Killer Instinct Review

By mancide, 2 years ago
Killer Instinct has been revived after a 17-year hiatus as a free-to-play title for the Xbox One. Does this interesting take on the fighting game genre add or subtract from the player's enjoyment? Let's find out.


Killer Instinct is an ambitious experiment for a next-gen title. Since it is a free-to-play game, anyone can download the title for no monetary investment and begin playing with Jago (and possibly Shadow Jago if you were lucky enough to score an Xbox Live Day One subscription card). Additional characters can be purchased individually for $4.99 USD each. Optionally, you can invest in two season pass options: the Combo Breaker Pack includes all of the launch characters and the two as-of-yet unreleased fighters for $19.99 USD. The Ultra Edition includes everything you get in the Comb Breaker Pack as well as unlocking all of the character customization options. Additionally, you get the Xbox One edition of Killer Instinct Classic which is not available for purchase separately. The tiered setup offers an interesting proposition, those players who are sure they will only specialize in one or two characters could purchase only the characters they are interested in.

The complete roster consists of the aforementioned free character Jago; along with the currently available Orchid, Chief Thunder, Glacius, Saberwulf, and new-to-the-series Sadira. Currently unavailable, but coming soon, are Fulgore and Spinal; both are returning members from the original line-up.

Saberwulf vs. Jago 10

The fighting mechanics of Killer Instinct are very much based around its deep combo system. Players new to fighting games (or much like myself, new to modern fighting games) will benefit greatly from the Dojo training system that teaches you about the combo system and techniques. Some of this information feels like it could translate to other modern fighters as well. After getting comfortable in the dojo, you can test your skills against opponents that will fight back. You have the option to start a versus match against a local buddy or the CPU. You can even jump online and test your skills (or lack-thereof) against fighters from around the globe. Yes, even those players with the "free" version of the game can jump online and play against the full roster.

For the purpose of this review, and the reviewer's self-esteem, offline Survival was the mode of choice. In Survival mode you are stepped through an ever-increasing difficulty of CPU opponents.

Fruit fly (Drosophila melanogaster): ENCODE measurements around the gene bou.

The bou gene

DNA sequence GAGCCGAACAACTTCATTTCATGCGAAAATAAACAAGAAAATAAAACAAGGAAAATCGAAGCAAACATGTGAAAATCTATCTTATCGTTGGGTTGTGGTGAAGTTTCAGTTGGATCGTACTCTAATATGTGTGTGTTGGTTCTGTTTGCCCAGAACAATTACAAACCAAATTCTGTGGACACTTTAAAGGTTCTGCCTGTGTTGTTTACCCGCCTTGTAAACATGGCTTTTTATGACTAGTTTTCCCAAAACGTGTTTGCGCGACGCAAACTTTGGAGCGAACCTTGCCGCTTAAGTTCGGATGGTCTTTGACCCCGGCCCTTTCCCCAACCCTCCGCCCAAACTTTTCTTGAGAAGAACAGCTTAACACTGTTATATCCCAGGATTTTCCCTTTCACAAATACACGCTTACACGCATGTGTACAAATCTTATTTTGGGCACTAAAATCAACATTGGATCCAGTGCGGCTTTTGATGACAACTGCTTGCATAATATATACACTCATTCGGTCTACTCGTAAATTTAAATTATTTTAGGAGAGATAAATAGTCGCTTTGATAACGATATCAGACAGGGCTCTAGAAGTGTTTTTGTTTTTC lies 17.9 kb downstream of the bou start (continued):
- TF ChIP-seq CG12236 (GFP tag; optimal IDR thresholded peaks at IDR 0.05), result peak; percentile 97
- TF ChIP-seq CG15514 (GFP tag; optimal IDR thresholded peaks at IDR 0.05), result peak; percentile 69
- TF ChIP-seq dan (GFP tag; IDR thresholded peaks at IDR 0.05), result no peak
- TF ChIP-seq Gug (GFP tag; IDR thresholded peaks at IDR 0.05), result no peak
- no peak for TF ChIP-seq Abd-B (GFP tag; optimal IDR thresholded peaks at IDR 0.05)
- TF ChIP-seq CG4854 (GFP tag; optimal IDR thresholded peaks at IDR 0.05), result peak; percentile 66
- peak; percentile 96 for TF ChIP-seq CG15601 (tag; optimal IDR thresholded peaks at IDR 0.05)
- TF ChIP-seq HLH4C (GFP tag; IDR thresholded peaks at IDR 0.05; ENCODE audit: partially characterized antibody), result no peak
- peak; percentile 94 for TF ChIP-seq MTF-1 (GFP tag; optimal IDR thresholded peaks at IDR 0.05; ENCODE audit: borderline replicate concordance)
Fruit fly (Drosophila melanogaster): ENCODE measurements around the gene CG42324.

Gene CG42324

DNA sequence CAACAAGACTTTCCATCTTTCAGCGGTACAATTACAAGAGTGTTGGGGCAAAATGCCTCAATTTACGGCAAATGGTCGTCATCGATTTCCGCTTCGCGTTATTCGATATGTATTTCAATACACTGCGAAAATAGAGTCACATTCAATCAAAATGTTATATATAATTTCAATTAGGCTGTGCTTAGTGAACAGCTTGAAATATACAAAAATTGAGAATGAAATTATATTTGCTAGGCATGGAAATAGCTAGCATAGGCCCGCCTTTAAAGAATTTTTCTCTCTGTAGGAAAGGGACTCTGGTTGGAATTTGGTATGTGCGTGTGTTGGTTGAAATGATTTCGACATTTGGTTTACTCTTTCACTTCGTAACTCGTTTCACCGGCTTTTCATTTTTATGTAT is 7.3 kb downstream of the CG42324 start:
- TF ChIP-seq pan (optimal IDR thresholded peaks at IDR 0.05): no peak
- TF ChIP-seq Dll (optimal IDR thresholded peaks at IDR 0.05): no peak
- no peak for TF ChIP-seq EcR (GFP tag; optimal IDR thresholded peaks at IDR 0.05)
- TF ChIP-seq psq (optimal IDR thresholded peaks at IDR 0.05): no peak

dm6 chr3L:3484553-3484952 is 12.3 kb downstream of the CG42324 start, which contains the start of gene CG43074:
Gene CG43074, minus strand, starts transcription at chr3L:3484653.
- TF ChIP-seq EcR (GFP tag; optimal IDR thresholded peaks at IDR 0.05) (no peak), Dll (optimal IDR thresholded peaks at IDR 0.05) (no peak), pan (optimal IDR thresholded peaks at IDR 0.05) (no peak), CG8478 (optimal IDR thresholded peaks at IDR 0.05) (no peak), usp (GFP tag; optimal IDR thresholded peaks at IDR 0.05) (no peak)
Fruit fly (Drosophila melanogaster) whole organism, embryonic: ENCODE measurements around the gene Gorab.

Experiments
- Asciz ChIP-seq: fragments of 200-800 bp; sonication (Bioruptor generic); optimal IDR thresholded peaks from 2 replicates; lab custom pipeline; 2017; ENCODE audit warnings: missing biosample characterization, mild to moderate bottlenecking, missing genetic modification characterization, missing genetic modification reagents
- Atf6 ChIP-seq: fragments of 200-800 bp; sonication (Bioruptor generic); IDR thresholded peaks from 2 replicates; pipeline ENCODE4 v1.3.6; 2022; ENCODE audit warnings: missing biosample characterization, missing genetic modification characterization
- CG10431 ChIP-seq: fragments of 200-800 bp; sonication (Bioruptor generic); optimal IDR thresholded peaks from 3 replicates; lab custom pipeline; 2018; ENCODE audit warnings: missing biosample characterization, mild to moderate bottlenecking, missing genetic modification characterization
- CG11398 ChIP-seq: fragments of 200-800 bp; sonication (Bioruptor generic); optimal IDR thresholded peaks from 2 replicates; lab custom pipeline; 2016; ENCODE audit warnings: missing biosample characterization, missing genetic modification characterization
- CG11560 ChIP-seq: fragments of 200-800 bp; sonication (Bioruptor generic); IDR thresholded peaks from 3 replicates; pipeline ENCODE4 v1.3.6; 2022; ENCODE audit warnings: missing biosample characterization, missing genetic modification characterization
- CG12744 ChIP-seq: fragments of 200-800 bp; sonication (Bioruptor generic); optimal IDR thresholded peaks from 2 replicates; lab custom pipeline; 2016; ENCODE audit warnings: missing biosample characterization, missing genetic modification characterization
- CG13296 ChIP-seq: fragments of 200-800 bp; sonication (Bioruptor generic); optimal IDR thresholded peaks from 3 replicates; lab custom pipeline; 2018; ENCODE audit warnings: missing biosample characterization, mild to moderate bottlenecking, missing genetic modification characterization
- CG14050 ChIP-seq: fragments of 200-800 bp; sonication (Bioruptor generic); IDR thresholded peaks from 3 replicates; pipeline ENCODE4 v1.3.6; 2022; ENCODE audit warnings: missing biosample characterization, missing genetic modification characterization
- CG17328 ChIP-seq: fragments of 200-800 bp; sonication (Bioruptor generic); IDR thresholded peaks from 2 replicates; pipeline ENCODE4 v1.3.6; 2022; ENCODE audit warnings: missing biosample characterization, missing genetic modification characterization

For the sake of completeness, a few online ranked matches were also tested. Matchmaking seemed to be quick in connecting to opponents and no noticeable lag was observed during these games. However, that could change based on varying network conditions.

Saberwulf vs. Jago 5

As you progress through the game you will be awarded "Killer Points" or KP for completing various in-game tasks. These can be used to unlock further character customization options, new announcer voices, or audio tracks. You will also need to spend some KP to unlock the additional stages for selection in local play.

The achievement list for the game is fairly straightforward. You are encouraged to play as all of the currently-available characters in a multitude of ways. Achievements can be earned for unlocking fight titles with each character, winning ranked matches, versus mode matches, and completing a set number survival mode matches. You are rewarded for experiencing every inch of the game. Depending on your comfort level in fighting games, time of completion could vary widely, but conservative estimates would clock in around 750 hours.

You can watch some of the better combos that were captured with the Xbox One's built in Game DVR function. The captured clips were combined and edited within Upload Studio.

Overall Killer Instinct has succeed in building an accessible, modern fighter for the next-generation of players. The interesting way to purchase characters individually or in packs makes the game much more accessible at a variety of price points. Killer Instinct also makes you feel like a fighting game bad-ass with its combo system and low barrier to entry. Please do not misinterpret that as saying the game is easy. The game, and combo system, have an extremely deep end. But much like a zero-entry pool, there is an extremely shallow end to help new players get their feet wet with the system. I felt like I had the basics down within the first hour of playing the game, however I know that I have a long way to go in becoming a black belt, ultra-combo master.

The reviewer spent over 10 hours kicking and punching his way to victory over various online and offline game modes, while unlocking 11 achievements and one challenge along the way. This review was based on the "Combo Breaker Pack" version of the game that the reviewer personally purchased.
Written by mancide
When not enjoying video games, our fearless newshound enjoys an nice pint of fermented barley and hops in a variety of styles. India Pale Ales, Stouts, Porters, Witbiers, Saisons, Gose, Lambics, Barleywine, you name it. If it has water, malted barley, hops and yeast in it, I'll consume it. I also enjoy all things technological, Doctor Who, wrasslin, traveling, and spending time with my family.